Review: The Street by Ann Petry
Title: The Street
Author: Petry, Ann
Length: 436 pages
Genre: Fiction, History
Publisher / Year: Mariner Books / 1946
Source: From Amazon.ca
Why I Read It: The seventh read for The Real Help project project with Amanda.
Date Read: 10/12/11
Note: This is a project initiated by Amanda and I to read the books recommended by the Association of Black Women Historians as alternatives to The Help. Please see the dedicated page I created for more information and for a schedule. We are hoping that more readers join us and we are also looking for others to host discussions. For discussion of this title, continue reading.
Finally our reading through the project book list has given us a novel set around the same time period as The Help, discussing what it was like to be a maid and to live as a black woman during the years of Jim Crow. This book is set in New York in the early 1940s and follows a number of characters who all live on a certain street and who struggle to get by for various reasons.
The main character is Lutie Johnson who worked as a maid for some time during which her husband took up with another woman because he couldn’t stand her being gone all the time and the shame of his having no job. We also follow Bub, Lutie’s eight-year old son, Jones, the Super of the building, Mrs. Hedges who also lives in the building, and a few others.
Lutie has learned from the white couple she worked for that all it takes is hard work to get by, and is sure that if it worked for them then that is the secret and she can do the same. What she finds through the novel is that things aren’t so easy for someone like her, someone who is colored. The book highlights the fallacy of the idea that the only reason people don’t get ahead is that they are lazy. It shows how the capitalism dream hurts everyone, especially in an unequal society, as the family she worked for suffered and she suffered as well. In the capitalist system having money, she could see, allowed one to live easier through bribes and such, again highlighting the hurt it causes.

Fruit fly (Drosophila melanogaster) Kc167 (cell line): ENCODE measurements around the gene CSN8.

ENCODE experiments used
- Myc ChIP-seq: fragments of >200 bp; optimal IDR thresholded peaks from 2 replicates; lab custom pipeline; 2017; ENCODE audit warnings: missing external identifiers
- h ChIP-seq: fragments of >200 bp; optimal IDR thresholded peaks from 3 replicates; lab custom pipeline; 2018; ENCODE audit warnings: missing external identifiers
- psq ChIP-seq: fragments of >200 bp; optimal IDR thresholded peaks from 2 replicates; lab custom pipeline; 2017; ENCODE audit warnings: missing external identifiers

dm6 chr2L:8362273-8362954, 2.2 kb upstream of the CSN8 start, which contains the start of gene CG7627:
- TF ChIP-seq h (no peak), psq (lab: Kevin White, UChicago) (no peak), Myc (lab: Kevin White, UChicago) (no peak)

There were many things that I liked about this book, the main being Lutie’s belief and watching her struggle to get by and to improve her and Bub’s situation in life through her hard work. The story really shows the various types of discrimination and as Lutie thinks on them it never feels contrived, it comes up naturally and we are reminded again and again of how little options really existed. We are shown how poverty and the structure of society worked together to tear black families apart as men had no work options, women were out of the home working as maids and struggling to take care of their own as well, causing resentment and shame and all types of other emotions to seep in to the home and destroy what was there. It also shows what happens to children as they are left alone in dangerous situations.
At the same time, there were many things that I didn’t like about this book, the main being the portrayal of Jones. All of the characters really seemed to be fairly well-rounded and we could see who they were and what made them that way, except for Jones. We are supposed to believe that he is a predator with no morals, basically, wanting only young women, angry he can’t get them, and going so far as to try to take them by force simply because he worked in ships and in basements. The book reads, on page 191:
There was no telling what went on in the mind of a man like that – a man who had lived in basements and cellars, a man who had forever to stay within hailing distance of whatever building he was responsible for.
The last thing she thought before she finally went to sleep was that the Super was something less than human. He had been chained to buildings until he was like an animal.
This portrayal felt so stereotypical and unfair that I felt uncomfortable each time reading sections that discussed him like this. Many people have jobs on boats or in buildings and I would hardly say that makes them less than human or makes them predators who will attack young women. I understand that Petry was trying to show the dangers of the few options men had for making money and how it could ruin a life by having men always out to sea or etc, but I think it went much too far and portrayed him too negatively for the paltry explanation that was given.
In all, another interesting read. I would definitely recommend this one for anyone looking for more books on what it was like for women at that time, and what they really thought of working as a maid. I would love to know, however, what others think of the portrayal of Jones.